Human rights defenders, unionists, activists to present junta’s violations to UN

Representatives from various civil society groups gathered last week in Bangkok to address issues for the next UN Human Rights Council review of the human rights situation in Thailand. 
Participants included representatives and activists from fields ranging from ethnic minority rights, migrant worker rights, stateless peoples’ networks, religious groups, LGBTIQ groups, peasant groups, student activist groups, and environmental groups. 
Since Thailand is a member of the UN, it is required to submit every four and a half years to an international review at the UN Human Rights Council on its human rights situation. This Universal Periodic Review (UPR) process allows civil society groups to submit recommendations to the international stage. 
The deadline for civil society organizations to submit papers to the UPR is 21 September. The upcoming UPR will follow up on issues addressed in Thailand’s last UPR in 2011, as well as bring up new issues. The aim of this seminar was to train civil rights groups to submit effective recommendations. NGOs are recommended to choose their issues of focus and keep their issues alive by contacting stakeholders such as government departments and journalists. 
Democracy and freedom of speech groups such as the New Democracy Movement and the Free Political Prisoners of Thailand called for these recommendations: demand for political participation, which the junta does not allow; lifting of the junta’s ban on political gatherings; abolishing the lèse majesté law; and for the junta to act in accordance with international standards of human rights. The junta must also cease and desist all torture, unlawful incarceration, and non-transparent judicial procedures.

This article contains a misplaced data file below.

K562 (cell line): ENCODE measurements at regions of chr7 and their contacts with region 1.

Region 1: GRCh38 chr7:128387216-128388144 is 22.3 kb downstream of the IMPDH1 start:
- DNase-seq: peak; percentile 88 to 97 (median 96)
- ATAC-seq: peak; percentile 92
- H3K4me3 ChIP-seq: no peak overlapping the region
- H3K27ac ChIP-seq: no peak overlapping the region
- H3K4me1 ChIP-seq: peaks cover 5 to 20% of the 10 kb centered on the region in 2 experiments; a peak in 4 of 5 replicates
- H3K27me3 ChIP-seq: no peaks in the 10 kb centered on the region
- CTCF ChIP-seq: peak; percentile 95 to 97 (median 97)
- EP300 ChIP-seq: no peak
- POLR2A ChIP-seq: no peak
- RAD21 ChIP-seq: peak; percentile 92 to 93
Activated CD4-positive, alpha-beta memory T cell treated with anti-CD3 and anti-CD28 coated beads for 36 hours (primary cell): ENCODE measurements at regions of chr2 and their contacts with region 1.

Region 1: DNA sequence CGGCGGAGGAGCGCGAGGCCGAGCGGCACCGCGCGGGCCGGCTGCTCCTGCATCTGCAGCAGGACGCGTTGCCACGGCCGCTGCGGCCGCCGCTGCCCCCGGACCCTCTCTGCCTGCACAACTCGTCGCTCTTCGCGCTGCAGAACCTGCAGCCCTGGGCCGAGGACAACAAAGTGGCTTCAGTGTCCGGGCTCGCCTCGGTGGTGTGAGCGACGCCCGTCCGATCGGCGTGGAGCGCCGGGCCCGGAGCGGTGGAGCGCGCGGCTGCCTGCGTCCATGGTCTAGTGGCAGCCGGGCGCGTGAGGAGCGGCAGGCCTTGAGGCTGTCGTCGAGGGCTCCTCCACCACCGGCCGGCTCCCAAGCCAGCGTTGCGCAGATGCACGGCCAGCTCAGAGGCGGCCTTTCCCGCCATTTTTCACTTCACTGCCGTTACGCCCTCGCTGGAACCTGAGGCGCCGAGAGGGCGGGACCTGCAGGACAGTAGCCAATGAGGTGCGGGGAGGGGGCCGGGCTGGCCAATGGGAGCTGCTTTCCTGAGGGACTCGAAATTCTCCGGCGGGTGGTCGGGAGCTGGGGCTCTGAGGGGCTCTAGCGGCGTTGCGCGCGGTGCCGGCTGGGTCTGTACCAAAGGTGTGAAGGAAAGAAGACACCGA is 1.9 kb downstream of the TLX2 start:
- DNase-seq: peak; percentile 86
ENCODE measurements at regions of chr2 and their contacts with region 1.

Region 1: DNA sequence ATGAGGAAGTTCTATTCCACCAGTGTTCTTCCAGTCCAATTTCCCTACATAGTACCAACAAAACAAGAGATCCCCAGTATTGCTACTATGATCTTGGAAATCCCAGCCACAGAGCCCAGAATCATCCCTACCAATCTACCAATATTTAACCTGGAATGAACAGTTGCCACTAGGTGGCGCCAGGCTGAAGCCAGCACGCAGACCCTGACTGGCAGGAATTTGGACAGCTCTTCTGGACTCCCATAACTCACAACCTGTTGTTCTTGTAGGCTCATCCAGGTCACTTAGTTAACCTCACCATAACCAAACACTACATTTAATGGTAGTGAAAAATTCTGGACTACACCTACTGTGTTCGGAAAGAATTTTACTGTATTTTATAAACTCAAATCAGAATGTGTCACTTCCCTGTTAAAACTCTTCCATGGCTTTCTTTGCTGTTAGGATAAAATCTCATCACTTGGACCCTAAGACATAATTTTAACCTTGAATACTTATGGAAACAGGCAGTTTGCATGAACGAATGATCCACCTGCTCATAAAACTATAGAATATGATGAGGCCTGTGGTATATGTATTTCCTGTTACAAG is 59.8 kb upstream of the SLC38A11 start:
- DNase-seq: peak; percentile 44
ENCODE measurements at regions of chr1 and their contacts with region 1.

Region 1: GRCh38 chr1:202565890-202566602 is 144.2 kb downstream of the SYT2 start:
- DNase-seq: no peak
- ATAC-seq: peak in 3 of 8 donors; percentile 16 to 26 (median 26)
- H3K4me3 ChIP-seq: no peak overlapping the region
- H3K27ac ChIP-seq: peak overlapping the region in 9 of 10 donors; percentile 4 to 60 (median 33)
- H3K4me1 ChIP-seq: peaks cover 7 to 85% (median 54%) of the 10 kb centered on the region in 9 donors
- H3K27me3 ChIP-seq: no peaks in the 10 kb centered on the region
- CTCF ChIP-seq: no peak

Labour groups such as the Informal Workers Network pointed out the lack of stable social security for labourers, as well as workers being taken advantage of by subcontractors and in special economic zones. Labourers should also be able to hold union activities, which the junta has also banned since they fall under the ban on political gatherings.
Migrant labour groups such as the Shan Migrant Worker Rights Network addressed issues such as the lack of checks against employers taking advantage of migrant workers, unjust working conditions and employment contracts, and how migrant labour groups are completely banned from forming trade unions under the junta. Migrant workers, under the draft constitution, will also lose medical rights such as being able to give birth in a hospital. 
Kriangkrai Cheechaung from the Karen Network recommends issues regarding minority and land rights.
Refugee groups, such as the Stateless Person Status Foundation, talked about how in recent years, the junta has confused the issues of national security and human security, expelling groups based on arbitrary fears.